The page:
While most of the media’s recent attention to permitless carry has been centered on Florida possibly becoming the 26th state to approve the law, Nebraska could actually get there first. Lawmakers in the state’s unicameral legislature began debate on a bill offered by Sen. Tom Brewer on Wednesday and a vote could be held by the end of the week, though Democrats in the senate are pulling out all the stops to delay the vote as long as possible.
Sen. Jane Raybould is leading the Democratic filibuster against LB 77, and on Wednesday tried to use the Supreme Court’s decision in Heller v. D.C. to argue that the legislation is unnecessary.
Currently in Nebraska, getting a concealed-carry permit requires passing a criminal background check, paying a $100 fee and taking an eight- to 16-hour gun safety class.“People should not have to prove that they deserve a right that is guaranteed to them in the Constitution,” Brewer said.Raybould countered by citing late Supreme Court Justice Antonin Scalia, who said Second Amendment rights are “not unlimited.”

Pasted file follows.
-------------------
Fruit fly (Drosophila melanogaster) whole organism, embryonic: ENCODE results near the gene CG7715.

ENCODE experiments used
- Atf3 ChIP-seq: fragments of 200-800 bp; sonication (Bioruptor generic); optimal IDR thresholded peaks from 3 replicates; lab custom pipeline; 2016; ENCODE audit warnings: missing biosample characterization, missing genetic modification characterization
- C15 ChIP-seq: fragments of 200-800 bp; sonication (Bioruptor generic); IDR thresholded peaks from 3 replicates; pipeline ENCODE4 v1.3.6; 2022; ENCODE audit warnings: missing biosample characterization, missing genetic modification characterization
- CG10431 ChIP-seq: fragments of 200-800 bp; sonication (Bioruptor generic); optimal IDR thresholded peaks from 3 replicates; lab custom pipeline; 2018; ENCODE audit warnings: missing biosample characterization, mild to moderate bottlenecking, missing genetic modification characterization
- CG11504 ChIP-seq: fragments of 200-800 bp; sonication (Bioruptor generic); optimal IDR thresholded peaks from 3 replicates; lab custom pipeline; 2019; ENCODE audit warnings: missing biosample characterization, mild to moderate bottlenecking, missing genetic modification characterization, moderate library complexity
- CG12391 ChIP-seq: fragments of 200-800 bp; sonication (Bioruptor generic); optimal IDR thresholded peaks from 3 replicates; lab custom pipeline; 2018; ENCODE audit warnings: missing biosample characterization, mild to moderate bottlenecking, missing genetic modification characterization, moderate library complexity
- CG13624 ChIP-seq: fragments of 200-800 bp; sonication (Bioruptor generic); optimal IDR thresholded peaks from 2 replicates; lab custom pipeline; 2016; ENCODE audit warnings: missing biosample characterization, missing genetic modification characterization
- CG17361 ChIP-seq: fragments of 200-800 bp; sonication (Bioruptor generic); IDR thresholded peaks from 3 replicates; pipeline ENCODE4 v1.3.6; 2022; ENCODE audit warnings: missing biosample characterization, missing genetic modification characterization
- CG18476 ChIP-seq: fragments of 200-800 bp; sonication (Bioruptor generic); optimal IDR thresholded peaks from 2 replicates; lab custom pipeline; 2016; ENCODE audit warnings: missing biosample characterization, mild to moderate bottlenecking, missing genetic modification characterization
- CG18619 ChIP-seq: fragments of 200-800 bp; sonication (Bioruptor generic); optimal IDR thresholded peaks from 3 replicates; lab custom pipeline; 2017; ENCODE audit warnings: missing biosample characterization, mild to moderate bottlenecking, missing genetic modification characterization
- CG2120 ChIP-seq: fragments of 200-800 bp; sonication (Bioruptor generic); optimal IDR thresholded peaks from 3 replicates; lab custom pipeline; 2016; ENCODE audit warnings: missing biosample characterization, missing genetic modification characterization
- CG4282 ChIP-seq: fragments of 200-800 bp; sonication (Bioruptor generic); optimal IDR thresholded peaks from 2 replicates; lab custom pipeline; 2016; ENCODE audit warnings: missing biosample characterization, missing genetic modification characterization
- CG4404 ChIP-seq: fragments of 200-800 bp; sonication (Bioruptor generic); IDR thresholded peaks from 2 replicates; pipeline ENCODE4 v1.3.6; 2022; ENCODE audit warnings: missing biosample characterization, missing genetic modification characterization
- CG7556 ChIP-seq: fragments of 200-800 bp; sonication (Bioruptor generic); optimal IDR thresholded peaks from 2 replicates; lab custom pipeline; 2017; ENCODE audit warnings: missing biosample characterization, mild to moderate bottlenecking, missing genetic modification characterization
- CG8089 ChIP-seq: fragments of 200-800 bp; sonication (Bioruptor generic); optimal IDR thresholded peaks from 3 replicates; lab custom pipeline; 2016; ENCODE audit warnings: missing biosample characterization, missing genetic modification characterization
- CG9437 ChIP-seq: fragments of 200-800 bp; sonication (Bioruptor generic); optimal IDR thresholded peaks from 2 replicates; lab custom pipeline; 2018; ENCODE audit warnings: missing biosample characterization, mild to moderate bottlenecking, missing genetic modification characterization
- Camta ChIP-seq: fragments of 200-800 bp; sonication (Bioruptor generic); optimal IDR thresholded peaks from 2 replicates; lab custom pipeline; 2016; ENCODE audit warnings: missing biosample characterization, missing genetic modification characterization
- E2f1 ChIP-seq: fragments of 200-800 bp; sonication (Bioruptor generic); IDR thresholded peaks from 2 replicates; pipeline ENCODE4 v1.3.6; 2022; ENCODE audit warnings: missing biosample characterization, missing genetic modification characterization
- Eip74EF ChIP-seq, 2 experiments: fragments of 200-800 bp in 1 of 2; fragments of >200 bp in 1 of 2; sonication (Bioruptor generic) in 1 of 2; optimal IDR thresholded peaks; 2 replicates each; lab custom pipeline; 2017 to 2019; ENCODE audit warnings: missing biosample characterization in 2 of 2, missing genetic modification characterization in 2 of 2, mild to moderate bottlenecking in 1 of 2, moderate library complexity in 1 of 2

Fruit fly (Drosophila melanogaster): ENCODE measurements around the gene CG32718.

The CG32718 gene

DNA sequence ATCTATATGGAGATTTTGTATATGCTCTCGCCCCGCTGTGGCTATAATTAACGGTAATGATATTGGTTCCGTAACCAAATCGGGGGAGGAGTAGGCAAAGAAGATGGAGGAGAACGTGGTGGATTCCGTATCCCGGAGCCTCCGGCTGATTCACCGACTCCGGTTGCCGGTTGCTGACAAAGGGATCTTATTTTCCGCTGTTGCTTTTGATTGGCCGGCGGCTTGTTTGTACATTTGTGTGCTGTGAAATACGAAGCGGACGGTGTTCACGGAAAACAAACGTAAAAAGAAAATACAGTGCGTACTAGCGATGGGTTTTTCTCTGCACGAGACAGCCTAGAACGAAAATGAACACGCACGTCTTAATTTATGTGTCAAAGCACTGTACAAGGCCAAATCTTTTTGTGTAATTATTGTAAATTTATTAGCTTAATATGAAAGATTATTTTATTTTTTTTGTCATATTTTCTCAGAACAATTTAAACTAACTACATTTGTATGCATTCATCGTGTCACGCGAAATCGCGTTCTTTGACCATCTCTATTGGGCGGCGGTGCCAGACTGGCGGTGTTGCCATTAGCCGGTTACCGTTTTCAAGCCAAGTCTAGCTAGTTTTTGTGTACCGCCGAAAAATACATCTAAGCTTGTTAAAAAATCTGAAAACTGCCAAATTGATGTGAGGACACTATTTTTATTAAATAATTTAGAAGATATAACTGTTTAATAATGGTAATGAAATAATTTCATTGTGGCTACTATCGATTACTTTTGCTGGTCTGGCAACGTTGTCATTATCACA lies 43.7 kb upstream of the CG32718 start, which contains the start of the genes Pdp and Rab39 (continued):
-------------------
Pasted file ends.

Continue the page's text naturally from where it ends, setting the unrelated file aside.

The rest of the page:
Brewer opened debate Wednesday by introducing an amendment that he said gained the support from the Nebraska Sheriffs Association and the Police Officers Association of Nebraska, and changed the Omaha police union’s position to neutral on the bill.Omaha Police Chief Todd Schmaderer and Lincoln Police Chief Teresa Ewins remain opposed to LB 77.Brewer’s amendment primarily increases penalties for certain crimes committed while carrying a firearm. He said the intent is to address some of the concerns from law enforcement, and clarify that the expanded firearm access is only meant to be for law-abiding citizens.“Don’t do bad things with guns, and bad things won’t happen to you,” Brewer said.Under the amendment, an individual would receive an added misdemeanor charge if they carry a firearm while committing certain “dangerous misdemeanors,” including domestic assault, shoplifting or stalking. It would also be a felony upon the third offense of an individual failing to notify a law enforcement official that they are carrying a weapon.The amendment saw widespread support from Republican lawmakers, while registered Democrats in the Legislature were more mixed. Sen. Carol Blood of Bellevue said she supported the amendment, while Sen. John Cavanaugh of Omaha argued that it made substantial changes and should be subject to a committee hearing like the main bill.